When the Jaguars have the ball: It’s no secret what the Jaguars must do to be successful. Although Blake Bortles has played two clean playoff games (zero turnovers) and hit some passes downfield on well-schemed plays, the Jaguars must run the ball. This accomplishes two things: it protects and puts Bortles in good situations and helps keep Tom Brady off the field.
Leonard Fournette, a hammer and a finisher, leads a good rushing attack. But can he break tackles and get to the edge on outside runs? The Patriots harp on setting hard edges defensively, and they’ve done a better job down the stretch; James Harrison has helped here the past two games. They might be lighter up front, but they’ve been assignment-sound recently.
The Patriots logged eight sacks against a mobile Marcus Mariota, but seven came in the second half with two- and three-TD leads, allowing them to tee off. If the Jaguars keep the score close, the pass rush will slow down. Bortles took zero sacks and was hit only four times against the Pittsburgh Steelers. He also has flashed nice scrambling ability (15 rushes, 123 yards) in the postseason.
Can the Jaguars’ receivers separate vs. the Patriots’ secondary? That’s a concern.
When the Patriots have the ball: Some of what worked against the Titans might not be successful against the fast-flow Jaguars’ defense. The Patriots last week spread the field out and threw quickly and short to Danny Amendola, Dion Lewis and James White, but the Jaguars’ back seven might be too quick to do that consistently.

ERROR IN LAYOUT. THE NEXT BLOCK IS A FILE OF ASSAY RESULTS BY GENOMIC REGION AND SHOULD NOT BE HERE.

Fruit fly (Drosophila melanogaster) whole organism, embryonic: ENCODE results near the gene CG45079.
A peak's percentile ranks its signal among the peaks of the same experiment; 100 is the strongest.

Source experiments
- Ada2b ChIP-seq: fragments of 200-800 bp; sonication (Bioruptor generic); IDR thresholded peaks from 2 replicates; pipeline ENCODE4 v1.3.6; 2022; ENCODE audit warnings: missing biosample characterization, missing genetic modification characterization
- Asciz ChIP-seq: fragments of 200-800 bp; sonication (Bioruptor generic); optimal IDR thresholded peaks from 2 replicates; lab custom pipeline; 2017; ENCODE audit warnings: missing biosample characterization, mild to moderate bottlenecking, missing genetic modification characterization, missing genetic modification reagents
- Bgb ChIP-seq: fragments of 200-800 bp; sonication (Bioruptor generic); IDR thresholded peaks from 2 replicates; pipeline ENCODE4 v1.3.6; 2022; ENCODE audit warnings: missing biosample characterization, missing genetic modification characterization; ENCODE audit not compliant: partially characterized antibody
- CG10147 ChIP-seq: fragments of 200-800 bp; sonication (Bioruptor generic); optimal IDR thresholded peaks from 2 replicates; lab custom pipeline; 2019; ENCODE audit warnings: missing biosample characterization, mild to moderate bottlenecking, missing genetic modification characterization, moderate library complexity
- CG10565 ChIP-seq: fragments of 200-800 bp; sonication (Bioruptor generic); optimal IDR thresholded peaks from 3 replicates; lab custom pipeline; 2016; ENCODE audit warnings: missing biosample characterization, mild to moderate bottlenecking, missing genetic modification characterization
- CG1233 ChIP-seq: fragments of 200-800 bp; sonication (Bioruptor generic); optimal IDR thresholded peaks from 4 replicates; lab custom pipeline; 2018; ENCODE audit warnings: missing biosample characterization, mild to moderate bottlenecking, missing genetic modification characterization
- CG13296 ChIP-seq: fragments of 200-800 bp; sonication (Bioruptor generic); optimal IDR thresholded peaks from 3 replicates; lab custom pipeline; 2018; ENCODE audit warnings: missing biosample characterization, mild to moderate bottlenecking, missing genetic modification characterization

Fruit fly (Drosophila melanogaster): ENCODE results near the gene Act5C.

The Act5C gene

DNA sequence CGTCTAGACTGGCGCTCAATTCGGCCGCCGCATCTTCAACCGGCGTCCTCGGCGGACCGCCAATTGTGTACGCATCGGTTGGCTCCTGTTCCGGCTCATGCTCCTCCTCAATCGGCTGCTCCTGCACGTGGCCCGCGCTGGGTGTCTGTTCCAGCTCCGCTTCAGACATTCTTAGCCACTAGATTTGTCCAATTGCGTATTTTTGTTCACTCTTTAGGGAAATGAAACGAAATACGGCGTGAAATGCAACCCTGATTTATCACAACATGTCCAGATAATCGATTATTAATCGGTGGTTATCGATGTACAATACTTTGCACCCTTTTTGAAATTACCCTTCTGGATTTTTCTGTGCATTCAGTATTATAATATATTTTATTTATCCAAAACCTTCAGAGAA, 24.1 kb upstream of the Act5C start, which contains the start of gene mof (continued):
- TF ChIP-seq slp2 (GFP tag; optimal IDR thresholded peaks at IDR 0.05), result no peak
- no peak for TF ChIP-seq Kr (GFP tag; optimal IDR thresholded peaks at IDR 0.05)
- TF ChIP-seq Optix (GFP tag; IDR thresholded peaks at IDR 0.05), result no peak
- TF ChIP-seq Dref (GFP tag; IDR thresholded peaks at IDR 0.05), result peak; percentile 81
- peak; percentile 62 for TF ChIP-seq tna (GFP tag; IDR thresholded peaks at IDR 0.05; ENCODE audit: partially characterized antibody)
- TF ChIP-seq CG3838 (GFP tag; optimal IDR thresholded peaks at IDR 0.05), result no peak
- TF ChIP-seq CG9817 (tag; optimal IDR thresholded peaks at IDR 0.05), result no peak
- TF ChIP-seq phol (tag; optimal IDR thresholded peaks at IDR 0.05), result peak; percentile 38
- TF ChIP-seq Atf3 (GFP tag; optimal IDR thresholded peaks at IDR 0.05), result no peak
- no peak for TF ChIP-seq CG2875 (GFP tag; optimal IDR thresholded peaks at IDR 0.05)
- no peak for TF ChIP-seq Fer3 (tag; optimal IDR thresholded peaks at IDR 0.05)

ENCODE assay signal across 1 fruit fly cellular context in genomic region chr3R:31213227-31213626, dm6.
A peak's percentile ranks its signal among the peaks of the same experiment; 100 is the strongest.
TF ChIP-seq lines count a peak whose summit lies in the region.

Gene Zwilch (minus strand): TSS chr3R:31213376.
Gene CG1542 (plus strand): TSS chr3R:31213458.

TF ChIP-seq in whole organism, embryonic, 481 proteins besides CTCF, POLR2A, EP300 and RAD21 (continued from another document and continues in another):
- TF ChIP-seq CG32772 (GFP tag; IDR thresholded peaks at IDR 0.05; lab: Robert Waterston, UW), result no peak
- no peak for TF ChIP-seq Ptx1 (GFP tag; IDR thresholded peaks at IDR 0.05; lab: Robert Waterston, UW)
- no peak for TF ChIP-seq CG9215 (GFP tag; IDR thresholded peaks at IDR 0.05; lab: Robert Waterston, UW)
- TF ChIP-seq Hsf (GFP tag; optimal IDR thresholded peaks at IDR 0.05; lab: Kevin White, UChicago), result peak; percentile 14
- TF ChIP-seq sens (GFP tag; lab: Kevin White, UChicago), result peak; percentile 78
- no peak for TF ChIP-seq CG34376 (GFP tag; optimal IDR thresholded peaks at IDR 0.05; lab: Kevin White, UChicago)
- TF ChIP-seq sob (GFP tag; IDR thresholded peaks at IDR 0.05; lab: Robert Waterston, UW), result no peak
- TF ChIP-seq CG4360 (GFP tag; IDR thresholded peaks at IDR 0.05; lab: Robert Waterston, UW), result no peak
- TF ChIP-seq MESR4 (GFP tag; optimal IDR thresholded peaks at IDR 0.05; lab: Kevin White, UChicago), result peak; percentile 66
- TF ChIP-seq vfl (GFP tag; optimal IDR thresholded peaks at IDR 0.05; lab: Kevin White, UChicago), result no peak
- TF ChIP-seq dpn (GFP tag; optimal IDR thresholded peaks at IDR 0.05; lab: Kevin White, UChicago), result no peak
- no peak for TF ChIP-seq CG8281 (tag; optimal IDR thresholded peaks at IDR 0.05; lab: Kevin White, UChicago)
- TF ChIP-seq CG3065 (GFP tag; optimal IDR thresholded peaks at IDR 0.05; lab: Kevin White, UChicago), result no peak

The Patriots must run the ball right at the Jaguars, which has been one of the few occasional weaknesses of this defense. If that works — and we’ll see if Rex Burkhead and/or Mike Gillislee are active — it opens up play action to Rob Gronkowski.
The Jaguars actually are pretty predictable defensively. They run a few fronts and a few base coverages, predominantly cover-3. They’re just better, to a man, than most offenses they face. Amendola and Brandin Cooks have bad individual matchups here vs. CBs Jalen Ramsey and A.J. Bouye. The Patriots’ offensive line also will have its hands full with that talented front four, led by Calais Campbell.
Tom Brady is a master of manipulating defenses, and one carryover from last week might be tempo. The Jaguars’ defense has been on the field a lot the past few games and hasn’t had a week of rest since October, so we expect the hurry-up to wear them down. Brady won’t vertically press the safeties often, but he will take a shot or two per quarter just to free up the underneath.
Special teams: The Patriots are extremely sound in all facets here. They don’t have home-run returners, but they also keep opponents’ runbacks to a minimum and often win the field-position game. Now that the Jaguars have solved their kicking issues with Josh Lambo, they’re more sturdy here — just not as complete as the units the Patriots have. Both punters are adept at pinning teams deep.
Coaching: Doug Marrone has shown his coaching chops recently, especially last week when he and his staff were consistently outmaneuvering Mike Tomlin and the Steelers. It goes without saying that the Patriots are among the best-coached teams in the NFL, as three of Bill Belichick's assistants currently are in the running for head-coaching jobs elsewhere. Both teams have their hands full this week, but we don’t think Marrone will be overwhelmed in this one.
Prediction: We expect a low-scoring game, and the sledding will not be easy for Brady and the Patriots. But if there’s ever a team that can reinvent itself on the fly and adjust, it’s them. It’s hard to imagine Bortles and the Jaguars putting up anything close to the 45 they dropped on the Steelers last week. The Patriots win a tough battle, even if they don’t get typical January in Massachusetts weather in their favor.